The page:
19.04.2019
Medicinal Plants – St John’s Wort (Hypericum perforatum)

Nutrifield has once again teamed up with researchers at Monash University to investigate the pharmacokinetics of a medicinal plant, this time St John’s Wort (Hypericum perforatum). Although St John’s Wort has long been used in traditional medicine to treat psychological disorders, it has only recently gained popularity in conventional medicine as a ‘natural’ alternative to modern antidepressants. Surprisingly however, there are still many aspects of the plant’s bioactivity which are not yet understood.

Our findings titled “Pharmacokinetic properties of phytochemicals in Hypericum perforatum influence efficacy of regulating oxidative stress” were published in the journal Phytomedicine. We used the Phytochemical Absorption Prediction (PCAP) model to predict the plasma absorption of St John’s Wort phytochemicals (non-nutritional plant derived bioactive compounds) following ingestion of the plant extract. The model predicted that a number of phytochemicals with antioxidant activities were absorbed simultaneously shortly after ingestion of the extract, whereas phytochemicals with psychoactive potential were absorbed much later after ingestion. These results suggest that St John’s Wort may impart antioxidant health benefits in addition to the well-established psychological health benefits.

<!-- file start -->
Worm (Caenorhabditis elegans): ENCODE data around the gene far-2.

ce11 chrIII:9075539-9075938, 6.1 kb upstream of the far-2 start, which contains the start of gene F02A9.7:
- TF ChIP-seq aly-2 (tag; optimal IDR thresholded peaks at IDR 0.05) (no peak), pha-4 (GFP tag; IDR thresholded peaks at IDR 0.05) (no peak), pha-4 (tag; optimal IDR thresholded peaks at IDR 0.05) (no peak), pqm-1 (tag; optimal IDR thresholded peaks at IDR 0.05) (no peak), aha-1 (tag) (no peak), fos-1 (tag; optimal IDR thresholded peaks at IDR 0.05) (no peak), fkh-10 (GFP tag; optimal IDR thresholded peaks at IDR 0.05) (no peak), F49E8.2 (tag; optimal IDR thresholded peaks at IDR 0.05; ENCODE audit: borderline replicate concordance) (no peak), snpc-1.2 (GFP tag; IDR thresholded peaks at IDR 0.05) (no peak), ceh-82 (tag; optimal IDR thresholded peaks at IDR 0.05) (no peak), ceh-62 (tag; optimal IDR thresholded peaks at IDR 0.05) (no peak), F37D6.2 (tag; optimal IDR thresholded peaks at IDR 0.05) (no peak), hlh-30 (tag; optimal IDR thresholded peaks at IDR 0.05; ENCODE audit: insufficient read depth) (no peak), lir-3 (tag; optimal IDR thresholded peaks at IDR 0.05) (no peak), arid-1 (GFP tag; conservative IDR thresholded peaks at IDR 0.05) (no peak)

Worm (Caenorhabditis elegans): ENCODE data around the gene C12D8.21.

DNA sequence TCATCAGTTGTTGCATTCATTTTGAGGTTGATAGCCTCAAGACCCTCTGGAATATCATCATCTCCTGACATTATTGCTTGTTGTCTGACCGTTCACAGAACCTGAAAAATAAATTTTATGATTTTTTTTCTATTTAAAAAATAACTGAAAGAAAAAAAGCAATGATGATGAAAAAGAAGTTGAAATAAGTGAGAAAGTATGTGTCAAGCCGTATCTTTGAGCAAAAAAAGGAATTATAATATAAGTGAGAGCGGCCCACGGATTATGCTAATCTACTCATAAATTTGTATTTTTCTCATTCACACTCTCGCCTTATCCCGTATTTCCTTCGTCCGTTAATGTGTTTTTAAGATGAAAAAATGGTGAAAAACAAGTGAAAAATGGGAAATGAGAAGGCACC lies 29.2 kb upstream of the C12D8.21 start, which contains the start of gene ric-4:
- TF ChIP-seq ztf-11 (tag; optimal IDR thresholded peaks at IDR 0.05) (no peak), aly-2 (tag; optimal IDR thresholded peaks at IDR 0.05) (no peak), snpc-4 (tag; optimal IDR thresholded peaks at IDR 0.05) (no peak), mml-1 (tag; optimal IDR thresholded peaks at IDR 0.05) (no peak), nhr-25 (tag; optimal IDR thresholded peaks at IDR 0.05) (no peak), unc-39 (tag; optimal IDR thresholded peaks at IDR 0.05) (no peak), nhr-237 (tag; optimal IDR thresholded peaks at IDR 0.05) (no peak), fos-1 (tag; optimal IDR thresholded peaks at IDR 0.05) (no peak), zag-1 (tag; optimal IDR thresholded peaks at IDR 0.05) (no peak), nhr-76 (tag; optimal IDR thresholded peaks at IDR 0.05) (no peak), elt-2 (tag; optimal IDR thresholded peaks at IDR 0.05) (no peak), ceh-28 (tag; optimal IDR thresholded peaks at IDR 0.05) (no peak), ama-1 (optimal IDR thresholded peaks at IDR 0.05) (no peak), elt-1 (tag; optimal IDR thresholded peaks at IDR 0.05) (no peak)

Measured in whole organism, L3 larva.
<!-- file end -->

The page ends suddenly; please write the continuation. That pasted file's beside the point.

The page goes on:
Antioxidants are compounds which can protect against the damaging effects of oxidants, which are reactive molecules that can cause damage to cells, DNA, and proteins. Oxidants are produced in the body during many routine biological processes such as digestion, and metabolism etc. and generally don’t cause any serious harm before being neutralised by the body. However, prolonged exposure or chronic oxidation, can cause serious damage and has been linked to many chronic illnesses such as cardiovascular disease (CVD), and neurodegenerative diseases.

Our findings show, that for persons already taking St John’s Wort – they can achieve additional health benefits (without compromising the primary psychological health benefits) by adjusting their intake time to align the increased plasma concentration of antioxidant phytochemicals from St John’s Wort, with the time of increased oxidant production from meal digestion. i.e. by ingesting St John’s Wort 2 hr before a meal, the health promoting antioxidants within the extract are most able to impart a secondary health benefit.

The complete results of this study were published in the journal Phytomedicine, which can be found here: https://doi.org/10.1016/j.phymed.2018.11.023 – the title page has been copied in below.

Go check out our previous write up on the medicinal plant Bushmint: http://www.nutrifield.com.au/research-development/medicinal-plants-bushmint-hyptis/